Tag: Scientific Review

Seize the Date: 2018

Parties came to Marrakech pledging to turn the Paris Agreement into action. But some countries don’t seem to see the need for a COP decision at all, let alone a decision that enables Parties to start discussing how to make the Facilitative Dialogue in 2018 a successful part of a momentous year to increase overall ambition.

ECO wants a clear decision from COP22 that recognises the importance of a robust, inclusive, and transparent Facilitative Dialogue that takes advantage of the benefits of ambitious climate action, and achieves the objectives of the Paris Agreement.

Parties should welcome the ability to design a Dialogue that represents an opportunity to take stock of progress already made, identify concrete steps to accelerate implementation, take account of the latest science (e.g. the IPCC report on 1.5°C), acknowledge front runners, and identify further opportunities for cooperation, in a facilitative manner. Waiting until 2023 for the Global Stocktake will be far too long to seize all of the opportunities already at hand.

Here are some lessons learned from past review exercises: agree a process for an effective and impactful Facilitative Dialogue, welcome Parties and non-Party stakeholders to share their views on what would lead to success and how to get there, start with an informal workshop in Bonn in May, and help Parties think through the options and opportunities for an effective process.

ECO encourages Parties to give the current and next presidencies the responsibility to advance the organisation of the Facilitative Dialogue, to use all the means and resources necessary for an effective design, and have them to report back at COP23 on the inputs generated throughout 2017. There’s no time to lose—we need to accelerate actions and scale up support now. The 2018 Facilitative Dialogue is an opportunity not to be missed.

Don’t Leave for Tomorrow What you can do Today

Popular wisdom suggests that you never put off until tomorrow what you can do today, because that increases the chances that you will get it wrong, miss deadlines, or both! Climate  ambition is not an exception to that rule especially when missing the deadline could mean losing lives, ecosystems and countries.

Paris Decision clearly states that NDCs do not set us on a well below 2ºC path (not to mention 1.5ºC). Therefore all countries must review and raise the level of ambition if we wish to achieve the Paris Agreement temperature goals.

So far ECO has not seen much enthusiasm for this from any country…except one! Argentina was the very first country to state that a review process for its 2015NDC will start right away after Paris… And it did!

ECO wishes that Argentina’s example will inspire other Parties,to do the same. That’s the only way to be ready for the Facilitative Dialogue in 2018, a decisive moment if we want to achieve the 1.5ºC goal set in the Paris Agreement.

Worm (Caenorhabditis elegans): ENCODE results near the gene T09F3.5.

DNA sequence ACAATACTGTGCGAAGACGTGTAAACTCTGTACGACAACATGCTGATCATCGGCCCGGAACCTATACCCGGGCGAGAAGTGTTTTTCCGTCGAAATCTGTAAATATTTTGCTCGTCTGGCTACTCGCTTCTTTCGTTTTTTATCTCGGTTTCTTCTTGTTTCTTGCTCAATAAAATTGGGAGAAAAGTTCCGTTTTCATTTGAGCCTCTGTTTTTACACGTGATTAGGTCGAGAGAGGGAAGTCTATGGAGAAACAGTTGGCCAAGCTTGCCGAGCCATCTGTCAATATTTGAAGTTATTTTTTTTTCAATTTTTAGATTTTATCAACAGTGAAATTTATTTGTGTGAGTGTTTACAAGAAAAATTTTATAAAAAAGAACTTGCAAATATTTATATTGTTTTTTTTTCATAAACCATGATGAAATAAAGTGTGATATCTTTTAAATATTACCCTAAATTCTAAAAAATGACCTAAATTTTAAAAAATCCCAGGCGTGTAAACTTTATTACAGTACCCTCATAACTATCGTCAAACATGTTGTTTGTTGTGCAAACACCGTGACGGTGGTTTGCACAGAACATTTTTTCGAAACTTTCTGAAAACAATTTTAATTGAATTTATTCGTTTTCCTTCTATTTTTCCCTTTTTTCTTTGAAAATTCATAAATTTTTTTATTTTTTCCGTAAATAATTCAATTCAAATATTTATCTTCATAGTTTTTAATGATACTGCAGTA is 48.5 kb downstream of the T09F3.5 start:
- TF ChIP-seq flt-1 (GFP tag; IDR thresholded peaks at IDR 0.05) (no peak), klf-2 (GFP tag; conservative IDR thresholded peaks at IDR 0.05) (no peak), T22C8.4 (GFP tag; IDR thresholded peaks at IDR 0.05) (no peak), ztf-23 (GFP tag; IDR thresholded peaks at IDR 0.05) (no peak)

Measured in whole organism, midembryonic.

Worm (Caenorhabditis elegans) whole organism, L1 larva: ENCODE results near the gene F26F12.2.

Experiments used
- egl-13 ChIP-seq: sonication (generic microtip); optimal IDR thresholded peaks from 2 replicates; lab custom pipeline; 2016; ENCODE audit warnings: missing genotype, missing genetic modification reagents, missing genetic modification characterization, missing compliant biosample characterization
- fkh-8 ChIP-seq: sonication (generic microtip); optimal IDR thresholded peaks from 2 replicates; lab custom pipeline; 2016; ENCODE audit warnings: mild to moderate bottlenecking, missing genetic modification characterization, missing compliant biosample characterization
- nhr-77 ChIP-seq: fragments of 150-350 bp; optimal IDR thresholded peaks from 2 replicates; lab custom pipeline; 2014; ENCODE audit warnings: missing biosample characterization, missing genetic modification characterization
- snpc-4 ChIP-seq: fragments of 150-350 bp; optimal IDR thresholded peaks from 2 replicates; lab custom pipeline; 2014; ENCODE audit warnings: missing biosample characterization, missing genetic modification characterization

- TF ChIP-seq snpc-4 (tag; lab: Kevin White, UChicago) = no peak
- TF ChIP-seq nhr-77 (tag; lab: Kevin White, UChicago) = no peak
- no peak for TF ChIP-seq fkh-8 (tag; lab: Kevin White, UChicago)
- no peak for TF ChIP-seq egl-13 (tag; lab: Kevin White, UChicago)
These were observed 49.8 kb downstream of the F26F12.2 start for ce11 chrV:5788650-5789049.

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Timing Scientific Reporting to Increase Ambition 

The period through 2020 is critical to increase ambition. The 2018 Facilitative Dialogue will play a key role. The IPCC Special Report on 1.5°C (expected September 2018) will provide important input. Before Paris, the scientific input of the First Periodical Review (FPR) and its Structured Expert Dialogue (SED) was critical.

The FPR concluded that the 2°C limit as a line of defence should be pushed lower. Additionally, the world is not on track to achieve this goal. In other words: meaningful mitigation measures must urgently be scaled up. In Paris, Parties used this input and took the important decision to strengthen the global goal to pursue efforts to limit warming to 1.5°C compared to preindustrial levels.

Periodic reviews and expert dialogues need to be repeated regularly under the Paris Agreement. We need to start with the Second Periodical Review (SPR) and its dialogue in 2017, or in May 2018 at the latest. A further session should be organised in October 2018 to summarise the content of IPCC Special Report on 1.5°C to inform the Facilitative Dialogue in 2018. Key questions here will be: What path do current NDCs put us on; and how far is that from achieving the Paris goals?

The SPR has to examine the adequacy of the long-term goal of the Convention and how far we are from achieving it. This should be in sync with the  IPCC process for AR6. The SPR should finish its work in 2022 or 2023 so that it can inform the Global Stocktake in 2023 with the latest science.

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Unfinished Business

ECO readers know that to keep warming to well below 1.5°C, we need to increase ambition before 2020. The good news is that there are countless opportunities for reducing emissions more quickly. Developed countries in particular have responsibility for increasing their ambition and providing the necessary support so these opportunities can be realised.

Marrakech needs to deliver an ambitious outcome on pre-2020 action—both on mitigation and means of implementation. The package should include progress on finance (particularly the roadmap to US$100 billion and outcomes from the High-Level Ministerial Dialogue on Long-Term Finance), strengthening of capacity building, a new framework for Global Climate Action, and meaningful outcomes from the Facilitative Dialogue on ambition and support (which should be reflected in a COP22 decision). ECO would like to remind delegates that the Facilitative Dialogue is not about congratulating yourselves on existing activities. The technical part should focus on identifying concrete ways to do more, individually and in collaboration, so that Ministers can agree on and announce new actions to close the pre-2020 gap next week.

Here are a few ideas ECO would like to suggest: